After 40 years of research, investigative reporter and publisher Peter Von Stackelberg said he has noticed one constant when it comes to chemical corporations and the government agencies that regulate them.
“You can’t trust the industry to tell the truth,” he said.
Von Stackelberg has spent years alongside other activists assembling a paper trail connecting to Monsanto Co., which produces Roundup and other chemicals commonly used in industrial agriculture.
During an event on Gonzaga’s campus Thursday, Von Stackelberg and Spokane community leaders focused their discussion on one of the better-known chemicals Monsanto once produced: PCBs, or polychlorinated biphenyls. PCBs are man-made organic compounds that were banned by Congress in 1979 after they were linked to health issues in both humans and animals.
Spokane, Washington state and other governments have sued Monsanto, arguing that the company continued to manufacture and sell products containing PCBs even though it was aware of their potentially harmful effects.
Marlene Feist, spokeswoman for the city of Spokane, said the city’s lawsuit, which was filed in 2015, is set to go to trial next summer. John Fiske of Baron and Budd, one of the two law firms representing most of the plaintiffs across the nation, said Spokane would likely be one of the first governments to make it to trial.
Von Stackelberg and activist Carol Van Strum compiled more than 100,000 pages of documents, including meeting notes, transcripts, newspaper articles and internal Monsanto communications.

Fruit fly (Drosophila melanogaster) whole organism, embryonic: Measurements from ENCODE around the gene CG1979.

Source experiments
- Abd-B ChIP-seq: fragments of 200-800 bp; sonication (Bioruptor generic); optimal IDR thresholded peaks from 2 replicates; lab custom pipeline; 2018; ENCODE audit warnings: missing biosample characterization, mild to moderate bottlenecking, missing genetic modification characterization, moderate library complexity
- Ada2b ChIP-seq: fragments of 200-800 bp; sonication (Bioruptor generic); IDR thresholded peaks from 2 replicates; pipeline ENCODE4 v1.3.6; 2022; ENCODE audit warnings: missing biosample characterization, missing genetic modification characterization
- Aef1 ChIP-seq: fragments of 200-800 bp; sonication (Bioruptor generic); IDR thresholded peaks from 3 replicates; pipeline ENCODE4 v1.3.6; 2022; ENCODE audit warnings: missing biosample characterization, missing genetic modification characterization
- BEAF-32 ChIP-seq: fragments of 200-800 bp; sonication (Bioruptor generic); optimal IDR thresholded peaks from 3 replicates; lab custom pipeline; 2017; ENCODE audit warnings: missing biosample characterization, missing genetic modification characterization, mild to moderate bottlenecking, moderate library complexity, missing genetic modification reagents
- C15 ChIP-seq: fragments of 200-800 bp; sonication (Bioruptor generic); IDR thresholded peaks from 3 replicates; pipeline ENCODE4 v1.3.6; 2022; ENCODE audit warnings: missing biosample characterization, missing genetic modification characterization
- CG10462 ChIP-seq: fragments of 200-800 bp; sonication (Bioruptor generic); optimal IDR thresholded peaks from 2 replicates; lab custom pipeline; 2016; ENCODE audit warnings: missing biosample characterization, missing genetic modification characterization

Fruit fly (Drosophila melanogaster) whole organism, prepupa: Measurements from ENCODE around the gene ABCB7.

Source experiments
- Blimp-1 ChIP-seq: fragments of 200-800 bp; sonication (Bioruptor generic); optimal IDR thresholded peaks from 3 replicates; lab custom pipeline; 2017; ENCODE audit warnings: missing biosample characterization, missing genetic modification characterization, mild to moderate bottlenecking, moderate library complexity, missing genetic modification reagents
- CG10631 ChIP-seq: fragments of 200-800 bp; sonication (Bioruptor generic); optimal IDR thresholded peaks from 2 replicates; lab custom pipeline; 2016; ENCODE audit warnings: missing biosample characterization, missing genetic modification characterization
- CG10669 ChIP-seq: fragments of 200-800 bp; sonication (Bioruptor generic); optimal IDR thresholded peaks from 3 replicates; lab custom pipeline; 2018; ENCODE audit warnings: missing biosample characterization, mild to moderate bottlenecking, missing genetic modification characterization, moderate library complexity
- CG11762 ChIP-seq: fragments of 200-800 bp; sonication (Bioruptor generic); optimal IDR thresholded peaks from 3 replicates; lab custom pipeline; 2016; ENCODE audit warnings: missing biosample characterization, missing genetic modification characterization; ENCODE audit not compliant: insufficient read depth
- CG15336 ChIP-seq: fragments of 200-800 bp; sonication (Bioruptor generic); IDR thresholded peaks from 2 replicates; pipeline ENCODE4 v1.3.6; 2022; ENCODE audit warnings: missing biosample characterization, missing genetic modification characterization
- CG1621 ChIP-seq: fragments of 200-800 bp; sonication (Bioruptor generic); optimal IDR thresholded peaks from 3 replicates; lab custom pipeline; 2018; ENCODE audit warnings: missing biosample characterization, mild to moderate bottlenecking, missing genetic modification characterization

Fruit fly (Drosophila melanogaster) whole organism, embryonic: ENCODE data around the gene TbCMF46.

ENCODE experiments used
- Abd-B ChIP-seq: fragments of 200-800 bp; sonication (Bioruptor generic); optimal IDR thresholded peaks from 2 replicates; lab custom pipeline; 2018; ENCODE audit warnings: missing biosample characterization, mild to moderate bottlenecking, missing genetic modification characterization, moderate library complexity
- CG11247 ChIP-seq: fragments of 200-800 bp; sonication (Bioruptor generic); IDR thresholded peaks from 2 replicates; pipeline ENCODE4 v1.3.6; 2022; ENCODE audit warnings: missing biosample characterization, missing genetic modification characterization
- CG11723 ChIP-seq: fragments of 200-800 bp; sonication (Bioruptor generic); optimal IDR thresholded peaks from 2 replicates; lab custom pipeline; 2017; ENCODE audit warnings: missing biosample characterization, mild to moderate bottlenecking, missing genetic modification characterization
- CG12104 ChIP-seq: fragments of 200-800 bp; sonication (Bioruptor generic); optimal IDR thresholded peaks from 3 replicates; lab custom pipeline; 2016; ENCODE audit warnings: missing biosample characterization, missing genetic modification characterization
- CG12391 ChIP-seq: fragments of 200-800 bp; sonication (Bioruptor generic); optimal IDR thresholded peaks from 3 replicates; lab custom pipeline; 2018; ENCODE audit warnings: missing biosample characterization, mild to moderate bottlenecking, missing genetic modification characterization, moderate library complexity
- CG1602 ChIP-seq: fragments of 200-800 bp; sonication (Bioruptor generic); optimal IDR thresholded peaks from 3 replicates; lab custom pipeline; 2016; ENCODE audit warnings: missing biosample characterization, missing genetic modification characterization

He said some of the documents they collected over the years made him lose faith in the U.S. government’s ability to regulate the chemical industry, and hopes that after the Trump administration, those agencies can start anew with a different mindset when it comes to regulating chemical companies.
He said he’s written articles on the topic for years, but the aspect of his work that has produced the most impact is publicizing the documents themselves. He said he’s shared hundreds of thousands of documents with government officials, lawyers and universities to spread copies of the data as far as possible.
PCBs are used in a variety of products, but locally, small amounts of PCBs are found in yellow ink, a product used by Inland Empire Paper Co., which makes newsprint and is a subsidiary of the Cowles Co., which also publishes
The Spokesman-Review. The now-closed Kaiser Aluminum & Chemical Corp. also used the chemical in its production.
Jerry White, a longtime freshwater advocate and the Spokane Riverkeeper, also spoke at the event and explained that PCBs can fade over time, but they often can be found in large quantities in sediment or stored in human and animal tissue. Most fish found in the Spokane River, such as trout, are safe to eat occasionally he said, but a few types, such as largescale sucker and carp, have large amounts of PCBs in their systems. He said PCB exposure can increase a person’s risk for reproductive issues and cancer.